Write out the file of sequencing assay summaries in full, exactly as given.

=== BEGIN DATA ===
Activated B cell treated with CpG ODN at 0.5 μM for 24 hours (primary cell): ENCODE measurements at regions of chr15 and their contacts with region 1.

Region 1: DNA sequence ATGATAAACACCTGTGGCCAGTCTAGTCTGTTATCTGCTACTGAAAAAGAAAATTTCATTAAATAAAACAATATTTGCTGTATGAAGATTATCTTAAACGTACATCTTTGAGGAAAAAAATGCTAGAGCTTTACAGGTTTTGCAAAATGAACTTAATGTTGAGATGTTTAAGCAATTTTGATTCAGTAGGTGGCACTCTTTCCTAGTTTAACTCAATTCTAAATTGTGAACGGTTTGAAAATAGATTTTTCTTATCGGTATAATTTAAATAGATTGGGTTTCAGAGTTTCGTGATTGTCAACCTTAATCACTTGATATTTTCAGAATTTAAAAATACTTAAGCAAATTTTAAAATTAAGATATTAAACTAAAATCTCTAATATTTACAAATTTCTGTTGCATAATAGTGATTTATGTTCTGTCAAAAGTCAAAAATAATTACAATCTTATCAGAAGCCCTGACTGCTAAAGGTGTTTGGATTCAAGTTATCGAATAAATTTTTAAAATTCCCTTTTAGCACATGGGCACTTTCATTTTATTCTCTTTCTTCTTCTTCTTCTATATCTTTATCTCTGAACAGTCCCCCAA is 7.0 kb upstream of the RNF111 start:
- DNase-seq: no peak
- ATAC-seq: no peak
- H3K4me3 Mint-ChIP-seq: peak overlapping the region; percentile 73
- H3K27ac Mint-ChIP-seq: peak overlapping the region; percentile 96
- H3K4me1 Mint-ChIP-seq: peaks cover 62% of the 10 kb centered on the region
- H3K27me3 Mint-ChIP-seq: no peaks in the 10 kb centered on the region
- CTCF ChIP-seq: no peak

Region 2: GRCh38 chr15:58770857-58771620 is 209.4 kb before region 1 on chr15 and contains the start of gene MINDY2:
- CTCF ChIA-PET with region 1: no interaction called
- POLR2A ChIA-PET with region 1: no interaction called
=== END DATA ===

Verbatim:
Activated B cell treated with CpG ODN at 0.5 μM for 24 hours (primary cell): ENCODE measurements at regions of chr15 and their contacts with region 1.

Region 1: DNA sequence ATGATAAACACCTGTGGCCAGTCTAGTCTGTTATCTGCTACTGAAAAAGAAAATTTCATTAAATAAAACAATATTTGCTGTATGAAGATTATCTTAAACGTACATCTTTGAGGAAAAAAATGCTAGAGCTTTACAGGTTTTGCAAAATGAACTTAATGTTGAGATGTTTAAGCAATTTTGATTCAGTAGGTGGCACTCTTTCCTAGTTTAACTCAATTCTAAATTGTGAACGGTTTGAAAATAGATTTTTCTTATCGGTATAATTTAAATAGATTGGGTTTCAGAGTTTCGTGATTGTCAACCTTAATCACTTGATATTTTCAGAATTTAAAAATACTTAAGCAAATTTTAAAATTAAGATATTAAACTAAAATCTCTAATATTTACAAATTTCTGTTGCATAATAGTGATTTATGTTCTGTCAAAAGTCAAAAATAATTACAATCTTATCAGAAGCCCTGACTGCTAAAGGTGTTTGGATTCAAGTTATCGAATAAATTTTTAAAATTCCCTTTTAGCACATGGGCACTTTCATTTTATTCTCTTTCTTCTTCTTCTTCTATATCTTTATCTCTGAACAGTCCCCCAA is 7.0 kb upstream of the RNF111 start:
- DNase-seq: no peak
- ATAC-seq: no peak
- H3K4me3 Mint-ChIP-seq: peak overlapping the region; percentile 73
- H3K27ac Mint-ChIP-seq: peak overlapping the region; percentile 96
- H3K4me1 Mint-ChIP-seq: peaks cover 62% of the 10 kb centered on the region
- H3K27me3 Mint-ChIP-seq: no peaks in the 10 kb centered on the region
- CTCF ChIP-seq: no peak

Region 2: GRCh38 chr15:58770857-58771620 is 209.4 kb before region 1 on chr15 and contains the start of gene MINDY2:
- CTCF ChIA-PET with region 1: no interaction called
- POLR2A ChIA-PET with region 1: no interaction called